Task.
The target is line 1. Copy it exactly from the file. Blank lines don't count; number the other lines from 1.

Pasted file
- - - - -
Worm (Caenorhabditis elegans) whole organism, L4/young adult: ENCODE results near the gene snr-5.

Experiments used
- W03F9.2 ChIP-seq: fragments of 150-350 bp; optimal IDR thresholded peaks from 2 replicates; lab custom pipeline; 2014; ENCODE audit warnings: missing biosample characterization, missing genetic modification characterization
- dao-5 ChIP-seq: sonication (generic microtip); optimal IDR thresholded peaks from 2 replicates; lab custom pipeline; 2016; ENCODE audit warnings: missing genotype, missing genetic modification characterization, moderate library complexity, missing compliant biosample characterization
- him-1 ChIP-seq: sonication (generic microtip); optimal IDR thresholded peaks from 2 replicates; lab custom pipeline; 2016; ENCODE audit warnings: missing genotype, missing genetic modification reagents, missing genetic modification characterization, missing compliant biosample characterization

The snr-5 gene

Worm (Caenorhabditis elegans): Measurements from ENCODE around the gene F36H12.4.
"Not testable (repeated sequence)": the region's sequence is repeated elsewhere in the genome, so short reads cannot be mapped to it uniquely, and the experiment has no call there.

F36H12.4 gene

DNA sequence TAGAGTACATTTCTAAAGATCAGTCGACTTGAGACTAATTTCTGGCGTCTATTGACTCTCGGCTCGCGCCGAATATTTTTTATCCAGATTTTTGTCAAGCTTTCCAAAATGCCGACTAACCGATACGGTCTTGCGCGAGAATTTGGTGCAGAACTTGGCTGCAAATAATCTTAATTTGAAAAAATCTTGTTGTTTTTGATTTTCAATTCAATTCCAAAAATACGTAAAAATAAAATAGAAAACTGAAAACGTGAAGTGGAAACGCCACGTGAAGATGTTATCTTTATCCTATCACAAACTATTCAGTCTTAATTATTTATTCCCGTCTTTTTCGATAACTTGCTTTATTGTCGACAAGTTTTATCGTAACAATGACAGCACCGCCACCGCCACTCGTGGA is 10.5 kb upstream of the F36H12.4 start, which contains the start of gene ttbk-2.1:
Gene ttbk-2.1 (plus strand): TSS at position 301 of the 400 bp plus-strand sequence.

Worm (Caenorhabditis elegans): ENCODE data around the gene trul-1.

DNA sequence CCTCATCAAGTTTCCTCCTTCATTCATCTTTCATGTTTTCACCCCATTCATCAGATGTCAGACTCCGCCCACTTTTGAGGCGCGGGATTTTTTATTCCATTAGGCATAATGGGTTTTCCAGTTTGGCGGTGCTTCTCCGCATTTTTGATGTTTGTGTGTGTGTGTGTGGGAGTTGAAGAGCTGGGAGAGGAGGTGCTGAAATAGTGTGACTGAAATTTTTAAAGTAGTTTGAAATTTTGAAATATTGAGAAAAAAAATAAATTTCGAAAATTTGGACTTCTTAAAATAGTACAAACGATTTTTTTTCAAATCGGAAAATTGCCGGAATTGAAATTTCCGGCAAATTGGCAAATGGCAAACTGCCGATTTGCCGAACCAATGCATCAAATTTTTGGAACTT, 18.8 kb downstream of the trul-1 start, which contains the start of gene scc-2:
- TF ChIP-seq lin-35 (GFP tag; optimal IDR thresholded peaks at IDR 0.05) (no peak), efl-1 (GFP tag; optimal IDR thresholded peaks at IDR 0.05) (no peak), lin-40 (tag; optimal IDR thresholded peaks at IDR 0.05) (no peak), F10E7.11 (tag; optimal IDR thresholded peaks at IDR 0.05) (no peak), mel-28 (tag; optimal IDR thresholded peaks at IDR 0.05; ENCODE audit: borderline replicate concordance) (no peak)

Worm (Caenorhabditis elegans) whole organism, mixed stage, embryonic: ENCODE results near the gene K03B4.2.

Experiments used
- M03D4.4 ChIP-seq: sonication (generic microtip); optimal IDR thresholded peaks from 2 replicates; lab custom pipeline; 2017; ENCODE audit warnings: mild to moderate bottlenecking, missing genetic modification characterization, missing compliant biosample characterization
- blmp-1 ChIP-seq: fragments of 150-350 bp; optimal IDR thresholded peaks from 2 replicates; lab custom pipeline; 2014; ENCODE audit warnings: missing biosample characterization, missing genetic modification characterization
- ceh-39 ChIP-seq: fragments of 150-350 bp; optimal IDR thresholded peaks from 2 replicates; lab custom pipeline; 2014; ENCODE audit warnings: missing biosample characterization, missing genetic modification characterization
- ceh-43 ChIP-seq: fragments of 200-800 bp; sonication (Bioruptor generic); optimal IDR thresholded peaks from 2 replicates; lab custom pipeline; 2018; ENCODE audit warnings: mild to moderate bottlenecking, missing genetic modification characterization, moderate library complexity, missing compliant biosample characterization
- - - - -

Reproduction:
Worm (Caenorhabditis elegans) whole organism, L4/young adult: ENCODE results near the gene snr-5.